We often reflect on how technology develops at an amazing rate, but even those of us who live in a world where Moore’s Law defines the timeline will have found the change and upheaval of 2020 a shocking and disorienting experience.
Much has been written about the pivot to on-line-everything and the emergence of a new normality. New models of teaching, research and assessment are implemented at break-neck speed and the systems and processes that underpin these activities have to adapt. This raises profound challenges for our data and the way we use it.
Data exists in systems in order to describe the real world. The things in our world and the relationship between those things become our data models. The measurements and classifications that we use to describe these things become the individual fields in our datasets. The ability of our data to handle change is a critical issue but sometimes we realise this too late.
The art – or is it a science – of data modelling is a critical part of the data lifecycle though it is often given scant attention. Data modelling brings together the requirements of the system that will use the data and an analysis of the world (or ‘data domain’) that the data needs to describe.
The world can be a surprisingly complex place yet business processes usually operate using relatively simple rules and concepts. When approaching how we define our data the balance between the requirements perspective and the domain perspective often becomes a question of what level of granularity and detail is written into the data specification.
There is no universal answer to this and a good data specification will strike a balance between building the logic of the system into the data specification and defining granular data building blocks so that the logic can be constructed in the system code.
Over time things will change – changes in the domain that the data is describing and changes in the rules and logic of the business system that interact with the world. The pandemic has unleashed change in a way that is both rapid and highly unpredictable. Managing change under these circumstances is immensely challenging and yet critical to the continued delivery of services and information; getting it wrong can result in outcomes that might be interesting and exciting but they are never good.
Much has been written about the need for good data management and many providers are now developing capabilities in this area. Change management is a critical aspect of broader data management and one that often crosses the boundaries into systems management and business process re-engineering.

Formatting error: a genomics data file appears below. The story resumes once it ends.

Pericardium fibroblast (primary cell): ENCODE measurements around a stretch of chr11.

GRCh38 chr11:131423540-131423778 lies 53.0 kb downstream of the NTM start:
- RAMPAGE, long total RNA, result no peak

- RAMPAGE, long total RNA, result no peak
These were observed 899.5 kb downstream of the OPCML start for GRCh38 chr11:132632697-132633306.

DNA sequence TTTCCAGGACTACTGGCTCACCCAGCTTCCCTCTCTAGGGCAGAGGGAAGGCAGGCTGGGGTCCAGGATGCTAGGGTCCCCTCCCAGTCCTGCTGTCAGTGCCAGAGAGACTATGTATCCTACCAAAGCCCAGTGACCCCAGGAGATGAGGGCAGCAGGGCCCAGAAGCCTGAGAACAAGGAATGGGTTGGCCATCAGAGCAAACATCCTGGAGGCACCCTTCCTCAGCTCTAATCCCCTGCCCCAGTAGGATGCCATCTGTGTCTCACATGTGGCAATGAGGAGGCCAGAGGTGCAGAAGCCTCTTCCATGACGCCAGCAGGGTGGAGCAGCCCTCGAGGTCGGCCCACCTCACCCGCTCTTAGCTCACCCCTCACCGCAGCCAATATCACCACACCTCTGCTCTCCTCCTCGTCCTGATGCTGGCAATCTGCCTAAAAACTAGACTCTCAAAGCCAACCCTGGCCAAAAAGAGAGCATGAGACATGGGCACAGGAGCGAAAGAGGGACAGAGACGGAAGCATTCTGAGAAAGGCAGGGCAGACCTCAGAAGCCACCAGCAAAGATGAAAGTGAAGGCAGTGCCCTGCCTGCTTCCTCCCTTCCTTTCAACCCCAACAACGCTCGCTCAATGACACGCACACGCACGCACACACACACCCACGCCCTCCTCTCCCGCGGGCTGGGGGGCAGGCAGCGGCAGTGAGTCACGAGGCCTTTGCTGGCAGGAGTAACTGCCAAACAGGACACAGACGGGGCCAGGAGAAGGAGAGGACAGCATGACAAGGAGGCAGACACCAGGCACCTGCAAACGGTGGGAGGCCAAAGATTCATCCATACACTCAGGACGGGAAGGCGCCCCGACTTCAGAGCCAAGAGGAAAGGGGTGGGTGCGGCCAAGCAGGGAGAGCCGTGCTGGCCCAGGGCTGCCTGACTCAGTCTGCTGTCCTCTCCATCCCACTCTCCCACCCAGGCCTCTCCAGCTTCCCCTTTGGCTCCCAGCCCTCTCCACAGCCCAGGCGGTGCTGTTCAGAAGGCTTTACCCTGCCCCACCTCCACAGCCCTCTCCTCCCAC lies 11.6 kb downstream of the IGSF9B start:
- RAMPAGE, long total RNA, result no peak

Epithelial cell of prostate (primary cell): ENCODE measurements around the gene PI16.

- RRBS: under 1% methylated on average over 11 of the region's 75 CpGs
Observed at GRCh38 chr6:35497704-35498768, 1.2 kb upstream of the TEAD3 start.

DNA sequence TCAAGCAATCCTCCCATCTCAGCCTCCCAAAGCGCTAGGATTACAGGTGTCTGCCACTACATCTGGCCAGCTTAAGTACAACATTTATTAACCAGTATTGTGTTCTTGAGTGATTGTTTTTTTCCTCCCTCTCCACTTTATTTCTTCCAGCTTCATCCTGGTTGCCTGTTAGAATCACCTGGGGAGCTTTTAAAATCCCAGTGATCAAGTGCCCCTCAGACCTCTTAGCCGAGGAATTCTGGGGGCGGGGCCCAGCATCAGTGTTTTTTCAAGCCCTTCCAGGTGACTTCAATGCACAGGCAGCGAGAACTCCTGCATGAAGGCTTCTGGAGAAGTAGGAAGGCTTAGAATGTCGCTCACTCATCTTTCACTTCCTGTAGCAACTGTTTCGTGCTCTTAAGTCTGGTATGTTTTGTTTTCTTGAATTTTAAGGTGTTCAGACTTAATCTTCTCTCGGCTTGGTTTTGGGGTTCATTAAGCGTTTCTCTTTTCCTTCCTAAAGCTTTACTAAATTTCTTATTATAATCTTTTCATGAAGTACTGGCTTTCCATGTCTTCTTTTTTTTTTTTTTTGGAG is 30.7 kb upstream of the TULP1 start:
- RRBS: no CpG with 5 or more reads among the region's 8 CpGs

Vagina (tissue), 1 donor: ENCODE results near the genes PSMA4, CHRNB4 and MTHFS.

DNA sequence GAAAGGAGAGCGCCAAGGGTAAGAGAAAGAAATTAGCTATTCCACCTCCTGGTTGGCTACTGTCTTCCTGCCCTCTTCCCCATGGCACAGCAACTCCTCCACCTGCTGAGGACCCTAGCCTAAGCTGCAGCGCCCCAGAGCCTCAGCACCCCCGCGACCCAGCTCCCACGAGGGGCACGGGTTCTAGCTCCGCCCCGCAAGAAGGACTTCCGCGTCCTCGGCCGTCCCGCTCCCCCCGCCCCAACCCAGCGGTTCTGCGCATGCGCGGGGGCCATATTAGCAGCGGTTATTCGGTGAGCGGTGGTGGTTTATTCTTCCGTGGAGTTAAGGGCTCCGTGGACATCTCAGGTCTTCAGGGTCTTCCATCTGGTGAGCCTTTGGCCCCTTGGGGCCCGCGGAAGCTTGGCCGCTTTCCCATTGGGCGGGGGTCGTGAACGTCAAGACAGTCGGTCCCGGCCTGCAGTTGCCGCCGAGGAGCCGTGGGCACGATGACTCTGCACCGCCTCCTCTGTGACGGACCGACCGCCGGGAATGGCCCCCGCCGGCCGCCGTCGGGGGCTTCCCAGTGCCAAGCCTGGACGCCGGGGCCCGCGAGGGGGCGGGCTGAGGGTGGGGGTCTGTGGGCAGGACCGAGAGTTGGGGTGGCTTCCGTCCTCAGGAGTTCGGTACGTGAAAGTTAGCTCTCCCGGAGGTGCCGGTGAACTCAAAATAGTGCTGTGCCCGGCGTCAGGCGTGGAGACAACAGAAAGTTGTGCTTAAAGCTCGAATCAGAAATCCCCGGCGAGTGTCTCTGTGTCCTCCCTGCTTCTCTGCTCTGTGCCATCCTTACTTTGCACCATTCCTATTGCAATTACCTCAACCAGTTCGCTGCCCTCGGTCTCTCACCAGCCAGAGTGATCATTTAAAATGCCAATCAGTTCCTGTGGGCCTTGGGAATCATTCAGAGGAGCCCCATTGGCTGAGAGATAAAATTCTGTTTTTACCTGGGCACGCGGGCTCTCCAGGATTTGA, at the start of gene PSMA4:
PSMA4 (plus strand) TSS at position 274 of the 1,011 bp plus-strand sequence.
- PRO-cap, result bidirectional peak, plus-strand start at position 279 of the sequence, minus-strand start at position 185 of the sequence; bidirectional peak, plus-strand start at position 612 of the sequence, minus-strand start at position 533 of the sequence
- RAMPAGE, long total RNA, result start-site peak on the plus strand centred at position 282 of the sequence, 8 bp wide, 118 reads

Good data change management depends on an approach and mindset that is disciplined and methodical. A thorough understanding of the need for change is critical to establishing the optimal approach and whether the scope covers data, systems, procedures or all of these. There is often more than one way to resolve a change and the way we define our data – focused on business logic or the detailed description of the data domain – will influence the approach.
The impact of change also needs to be established at the outset. If we change the data to support changes in operational processes what effect will that have on the downstream uses of that data such as internal analysis and external/statutory reporting? Evaluating change options should consider the entire lifecycle of the data before an approach is agreed.
Experience tells us that quick fixes often prove painful in the long run as unintended consequences wreak havoc on previously stable operations and make any future change more complex and costly. Simply repurposing a field, or an entry in a field, will often provide a short-term solution followed by a very long-term headache.
The existing nature of your data structures will have a significant bearing on the impact of change. As a general rule of thumb, the more granular your data specification, the less likely the need to change it. Granular data structures tend to load more of the business logic onto the system code so change activities are more likely to be about system changes than changes in underlying data specifications.
An optimal change management process will also have robust version control procedures. We tend to think of version control as something that applies to lines of system code but the principles of a good version control system apply equally to data models and the specification of individual fields. The ability to track changes in data specifications across the entire life of a dataset might seem like over-engineering a simple issue, but the absence of this type of control raises all kinds of hidden risks and costs as future colleagues attempt to understand the relationship between datasets produced to different versions of the specification. This raises a more fundamental question about the management of metadata and a good data dictionary – but that’s another topic for another day.
Change management in data specifications is a large and complex topic and there are no formal mechanisms for assessing capability. But there are a few simple self-test questions that you could try. Do you have a defined process for managing changes to data specifications? Do you have a central record or repository of data specification changes? When considering a change to a data specification do you analyse impact right across the lifecycle? Has your institution ever experienced the pain of unintended consequences resulting from data changes? I would be fascinated to hear about them.
Andy Youell has spent over 30 years working with data the systems and people that process it. Formerly Director of Data Policy and Governance at the Higher Education Statistics Agency, and member of the DfE Information Standards Board, he now works with further and higher education providers as a strategic data advisor.